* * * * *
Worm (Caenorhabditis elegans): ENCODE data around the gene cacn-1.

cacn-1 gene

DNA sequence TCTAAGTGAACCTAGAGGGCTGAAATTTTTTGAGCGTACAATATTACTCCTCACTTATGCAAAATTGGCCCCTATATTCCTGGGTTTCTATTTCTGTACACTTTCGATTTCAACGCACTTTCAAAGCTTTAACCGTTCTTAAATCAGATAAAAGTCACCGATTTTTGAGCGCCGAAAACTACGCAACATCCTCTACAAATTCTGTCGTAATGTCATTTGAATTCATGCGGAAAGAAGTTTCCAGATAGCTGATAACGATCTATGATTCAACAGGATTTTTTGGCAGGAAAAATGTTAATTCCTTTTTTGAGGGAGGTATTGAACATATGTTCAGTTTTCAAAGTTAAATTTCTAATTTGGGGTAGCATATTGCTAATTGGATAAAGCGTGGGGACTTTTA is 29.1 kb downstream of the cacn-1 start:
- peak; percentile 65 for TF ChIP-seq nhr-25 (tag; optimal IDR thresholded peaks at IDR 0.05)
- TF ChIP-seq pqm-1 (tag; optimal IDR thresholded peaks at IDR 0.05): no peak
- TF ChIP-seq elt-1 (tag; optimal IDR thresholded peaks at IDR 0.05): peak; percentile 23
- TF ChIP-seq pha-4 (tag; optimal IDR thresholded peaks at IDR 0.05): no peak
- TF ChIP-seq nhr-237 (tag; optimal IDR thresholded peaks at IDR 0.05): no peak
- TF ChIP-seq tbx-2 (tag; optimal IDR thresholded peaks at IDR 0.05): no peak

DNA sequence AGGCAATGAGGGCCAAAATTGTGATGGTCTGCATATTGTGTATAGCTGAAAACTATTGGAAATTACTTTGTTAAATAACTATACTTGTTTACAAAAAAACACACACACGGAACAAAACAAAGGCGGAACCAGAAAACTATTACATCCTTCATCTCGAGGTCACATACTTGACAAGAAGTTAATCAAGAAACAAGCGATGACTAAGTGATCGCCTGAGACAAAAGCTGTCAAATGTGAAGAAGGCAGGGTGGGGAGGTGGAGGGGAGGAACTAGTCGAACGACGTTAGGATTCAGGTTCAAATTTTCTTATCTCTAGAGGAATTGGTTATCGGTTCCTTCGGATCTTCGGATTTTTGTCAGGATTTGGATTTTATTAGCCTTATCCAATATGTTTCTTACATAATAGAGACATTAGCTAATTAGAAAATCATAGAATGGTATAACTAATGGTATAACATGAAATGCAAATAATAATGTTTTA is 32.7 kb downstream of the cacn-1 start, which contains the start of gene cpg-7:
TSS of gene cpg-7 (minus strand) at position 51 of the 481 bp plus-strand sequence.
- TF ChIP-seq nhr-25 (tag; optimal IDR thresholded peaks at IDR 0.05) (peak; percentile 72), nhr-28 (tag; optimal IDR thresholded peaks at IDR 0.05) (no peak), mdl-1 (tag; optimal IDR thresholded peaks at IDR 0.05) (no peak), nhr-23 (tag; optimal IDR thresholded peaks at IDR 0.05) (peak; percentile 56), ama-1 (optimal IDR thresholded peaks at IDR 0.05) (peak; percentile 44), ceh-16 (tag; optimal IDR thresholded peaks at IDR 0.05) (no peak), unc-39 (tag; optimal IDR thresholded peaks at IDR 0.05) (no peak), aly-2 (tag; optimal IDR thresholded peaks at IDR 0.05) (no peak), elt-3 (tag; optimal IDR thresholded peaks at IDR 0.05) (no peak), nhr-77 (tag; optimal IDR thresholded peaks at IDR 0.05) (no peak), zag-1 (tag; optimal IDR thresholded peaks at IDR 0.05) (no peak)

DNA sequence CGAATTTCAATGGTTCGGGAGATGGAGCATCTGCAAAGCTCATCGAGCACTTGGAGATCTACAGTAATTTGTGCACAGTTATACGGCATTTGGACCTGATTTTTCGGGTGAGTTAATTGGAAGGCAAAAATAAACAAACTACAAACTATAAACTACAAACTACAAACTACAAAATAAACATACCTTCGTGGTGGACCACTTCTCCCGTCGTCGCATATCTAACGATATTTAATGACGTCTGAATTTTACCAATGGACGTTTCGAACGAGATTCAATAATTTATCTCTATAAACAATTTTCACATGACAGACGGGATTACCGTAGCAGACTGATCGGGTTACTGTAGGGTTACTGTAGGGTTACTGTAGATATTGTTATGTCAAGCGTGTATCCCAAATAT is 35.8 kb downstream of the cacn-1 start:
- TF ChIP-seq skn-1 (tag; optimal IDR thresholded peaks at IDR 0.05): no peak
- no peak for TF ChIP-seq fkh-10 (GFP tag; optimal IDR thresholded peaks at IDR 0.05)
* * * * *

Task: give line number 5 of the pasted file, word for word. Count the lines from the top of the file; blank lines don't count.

- TF ChIP-seq pqm-1 (tag; optimal IDR thresholded peaks at IDR 0.05): no peak